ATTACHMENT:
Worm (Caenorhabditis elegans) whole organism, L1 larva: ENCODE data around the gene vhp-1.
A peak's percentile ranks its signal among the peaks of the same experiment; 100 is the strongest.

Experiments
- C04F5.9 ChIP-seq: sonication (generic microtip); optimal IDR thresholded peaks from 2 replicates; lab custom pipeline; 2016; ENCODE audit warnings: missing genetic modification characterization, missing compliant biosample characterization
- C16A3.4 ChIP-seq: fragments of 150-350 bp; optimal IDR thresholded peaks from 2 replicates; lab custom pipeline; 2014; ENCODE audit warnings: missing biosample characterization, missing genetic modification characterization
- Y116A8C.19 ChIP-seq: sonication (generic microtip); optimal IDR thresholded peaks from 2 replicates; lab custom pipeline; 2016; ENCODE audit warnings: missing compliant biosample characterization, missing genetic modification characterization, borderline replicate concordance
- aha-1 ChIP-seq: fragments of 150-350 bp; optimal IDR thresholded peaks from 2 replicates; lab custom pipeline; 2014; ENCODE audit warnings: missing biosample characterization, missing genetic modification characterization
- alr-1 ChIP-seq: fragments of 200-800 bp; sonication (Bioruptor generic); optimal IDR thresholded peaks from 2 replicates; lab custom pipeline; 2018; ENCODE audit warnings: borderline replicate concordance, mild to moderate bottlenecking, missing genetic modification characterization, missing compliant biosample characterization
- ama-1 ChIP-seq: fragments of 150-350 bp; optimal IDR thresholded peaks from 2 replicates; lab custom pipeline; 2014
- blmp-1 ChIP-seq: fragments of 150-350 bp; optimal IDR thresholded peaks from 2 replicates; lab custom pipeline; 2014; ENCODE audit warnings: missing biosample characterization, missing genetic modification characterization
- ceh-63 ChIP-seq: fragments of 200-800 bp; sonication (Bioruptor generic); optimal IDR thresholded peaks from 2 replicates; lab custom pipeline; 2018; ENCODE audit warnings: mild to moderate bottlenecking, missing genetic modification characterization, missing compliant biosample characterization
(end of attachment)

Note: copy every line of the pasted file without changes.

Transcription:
Worm (Caenorhabditis elegans) whole organism, L1 larva: ENCODE data around the gene vhp-1.
A peak's percentile ranks its signal among the peaks of the same experiment; 100 is the strongest.

Experiments
- C04F5.9 ChIP-seq: sonication (generic microtip); optimal IDR thresholded peaks from 2 replicates; lab custom pipeline; 2016; ENCODE audit warnings: missing genetic modification characterization, missing compliant biosample characterization
- C16A3.4 ChIP-seq: fragments of 150-350 bp; optimal IDR thresholded peaks from 2 replicates; lab custom pipeline; 2014; ENCODE audit warnings: missing biosample characterization, missing genetic modification characterization
- Y116A8C.19 ChIP-seq: sonication (generic microtip); optimal IDR thresholded peaks from 2 replicates; lab custom pipeline; 2016; ENCODE audit warnings: missing compliant biosample characterization, missing genetic modification characterization, borderline replicate concordance
- aha-1 ChIP-seq: fragments of 150-350 bp; optimal IDR thresholded peaks from 2 replicates; lab custom pipeline; 2014; ENCODE audit warnings: missing biosample characterization, missing genetic modification characterization
- alr-1 ChIP-seq: fragments of 200-800 bp; sonication (Bioruptor generic); optimal IDR thresholded peaks from 2 replicates; lab custom pipeline; 2018; ENCODE audit warnings: borderline replicate concordance, mild to moderate bottlenecking, missing genetic modification characterization, missing compliant biosample characterization
- ama-1 ChIP-seq: fragments of 150-350 bp; optimal IDR thresholded peaks from 2 replicates; lab custom pipeline; 2014
- blmp-1 ChIP-seq: fragments of 150-350 bp; optimal IDR thresholded peaks from 2 replicates; lab custom pipeline; 2014; ENCODE audit warnings: missing biosample characterization, missing genetic modification characterization
- ceh-63 ChIP-seq: fragments of 200-800 bp; sonication (Bioruptor generic); optimal IDR thresholded peaks from 2 replicates; lab custom pipeline; 2018; ENCODE audit warnings: mild to moderate bottlenecking, missing genetic modification characterization, missing compliant biosample characterization